The term Pijacal refers to the entire mining and industrial zone. The Pijacal area includes all the premises necessary for the maintenance of mining machines, in the form of a series of mechanical, electrical, carpentry, and other workshops in which all the machines and tools used in the mine were repaired. In addition, spacious warehouses and a chemical laboratory were stationed there. Right at the entrance to the market was a scale for measuring the weight of empty and full transport vehicles. A little further on, a heating plant was built with two powerful boilers for heating water for the needs of the mine and the needs of the mining settlement. To the east of the heating plant is a tall building with a rectangular floor plan, made of brick and with reinforced concrete belts, in which was a large export machine with two huge drums on which steel cables for raising or lowering the cave lift were almost constantly wound. On the southeast side, on the edge of the Pijacal, is a large elongated rectangular building in which extremely powerful compressors operated continuously, producing large amounts of compressed air needed to operate almost all the machines in the mine. After the closure of Jama Labin, the power plant on Pijacal began to collapse. At the time of privatization, these buildings landed in private hands, so various entrepreneurs gave these facilities a new function. Pijacal is a cultural monument and is entered in the national register, which means that future interventions or changes will be coordinated by the competent conservation department for the protection of cultural monuments.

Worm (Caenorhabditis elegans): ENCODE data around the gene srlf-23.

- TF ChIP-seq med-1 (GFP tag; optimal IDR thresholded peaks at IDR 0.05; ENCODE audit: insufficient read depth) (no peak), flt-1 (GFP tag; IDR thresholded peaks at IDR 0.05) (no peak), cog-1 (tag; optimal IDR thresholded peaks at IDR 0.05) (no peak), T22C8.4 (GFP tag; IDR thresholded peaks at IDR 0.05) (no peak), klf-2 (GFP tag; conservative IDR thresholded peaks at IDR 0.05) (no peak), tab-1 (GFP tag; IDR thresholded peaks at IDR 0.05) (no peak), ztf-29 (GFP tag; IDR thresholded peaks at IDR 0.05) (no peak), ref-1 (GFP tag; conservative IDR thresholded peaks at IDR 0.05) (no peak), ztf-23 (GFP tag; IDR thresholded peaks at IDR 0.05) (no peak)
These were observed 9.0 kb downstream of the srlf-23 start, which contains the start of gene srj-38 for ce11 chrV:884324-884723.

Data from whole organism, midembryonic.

Today, Šoht is one of the most beautiful monuments of the rich mining past of the Labin area. Šoht is a tall steel tower that over the years has become a symbol of Labin and its inhabitants. Šoht started operating in 1940, when production began in the Labin Pit. At its top it has two very large wheels which moved in synchrony, with one moving forward, and the other backward, and thus raised or lowered the lift cages. The cages, with three levels, transported miners (16 in each cage at each level), full or empty wagons and various other material. The vertical shaft guides were made of a special wood (larch) which proved to be the safest in the event of stopping the lift. The lift rope, made up of interwoven steel threads, was inspected and lubricated daily. The height of the tower is 30.93 meters, and the depth of the vertical shaft is 570 m.

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